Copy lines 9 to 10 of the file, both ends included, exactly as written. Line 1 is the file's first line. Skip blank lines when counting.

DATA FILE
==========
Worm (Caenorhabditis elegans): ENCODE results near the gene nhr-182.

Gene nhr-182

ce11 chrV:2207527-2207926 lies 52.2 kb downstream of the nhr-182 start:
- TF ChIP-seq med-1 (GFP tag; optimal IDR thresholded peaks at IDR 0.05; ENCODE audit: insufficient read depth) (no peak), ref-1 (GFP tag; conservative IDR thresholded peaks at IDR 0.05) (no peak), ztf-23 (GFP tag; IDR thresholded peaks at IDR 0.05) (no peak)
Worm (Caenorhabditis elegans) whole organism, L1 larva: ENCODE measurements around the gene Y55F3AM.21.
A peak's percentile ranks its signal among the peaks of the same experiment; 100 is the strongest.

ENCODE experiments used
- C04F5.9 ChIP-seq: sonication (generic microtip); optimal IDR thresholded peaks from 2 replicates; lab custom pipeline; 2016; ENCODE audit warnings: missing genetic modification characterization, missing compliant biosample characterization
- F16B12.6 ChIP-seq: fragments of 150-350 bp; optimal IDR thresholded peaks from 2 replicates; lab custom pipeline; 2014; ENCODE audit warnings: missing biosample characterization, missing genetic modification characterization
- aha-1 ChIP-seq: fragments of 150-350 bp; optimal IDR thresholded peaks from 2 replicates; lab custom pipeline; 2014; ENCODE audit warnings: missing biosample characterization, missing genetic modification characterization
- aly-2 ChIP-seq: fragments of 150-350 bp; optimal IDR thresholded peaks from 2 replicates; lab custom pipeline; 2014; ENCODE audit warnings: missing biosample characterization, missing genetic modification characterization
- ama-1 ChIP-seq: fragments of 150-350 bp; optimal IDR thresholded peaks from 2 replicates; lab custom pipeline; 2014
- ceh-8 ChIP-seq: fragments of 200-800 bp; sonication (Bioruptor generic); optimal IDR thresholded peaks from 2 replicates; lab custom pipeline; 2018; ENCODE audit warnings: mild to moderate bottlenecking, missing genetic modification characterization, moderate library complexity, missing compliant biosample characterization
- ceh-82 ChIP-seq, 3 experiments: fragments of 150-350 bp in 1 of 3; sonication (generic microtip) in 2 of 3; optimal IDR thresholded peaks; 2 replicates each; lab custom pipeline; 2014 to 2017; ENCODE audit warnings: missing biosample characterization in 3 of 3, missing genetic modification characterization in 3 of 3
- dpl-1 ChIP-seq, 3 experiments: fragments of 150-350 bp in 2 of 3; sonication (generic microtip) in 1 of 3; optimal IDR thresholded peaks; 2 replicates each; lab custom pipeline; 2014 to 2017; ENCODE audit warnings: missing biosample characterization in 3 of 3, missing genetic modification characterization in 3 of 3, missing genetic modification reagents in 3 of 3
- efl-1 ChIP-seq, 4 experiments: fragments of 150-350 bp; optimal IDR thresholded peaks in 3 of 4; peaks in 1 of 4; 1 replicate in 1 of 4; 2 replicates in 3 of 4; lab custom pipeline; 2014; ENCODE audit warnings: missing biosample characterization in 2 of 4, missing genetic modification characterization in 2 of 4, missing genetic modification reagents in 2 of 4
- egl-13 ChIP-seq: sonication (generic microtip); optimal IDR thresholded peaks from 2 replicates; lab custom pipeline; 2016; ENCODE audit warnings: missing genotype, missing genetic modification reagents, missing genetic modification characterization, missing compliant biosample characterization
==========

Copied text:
- F16B12.6 ChIP-seq: fragments of 150-350 bp; optimal IDR thresholded peaks from 2 replicates; lab custom pipeline; 2014; ENCODE audit warnings: missing biosample characterization, missing genetic modification characterization
- aha-1 ChIP-seq: fragments of 150-350 bp; optimal IDR thresholded peaks from 2 replicates; lab custom pipeline; 2014; ENCODE audit warnings: missing biosample characterization, missing genetic modification characterization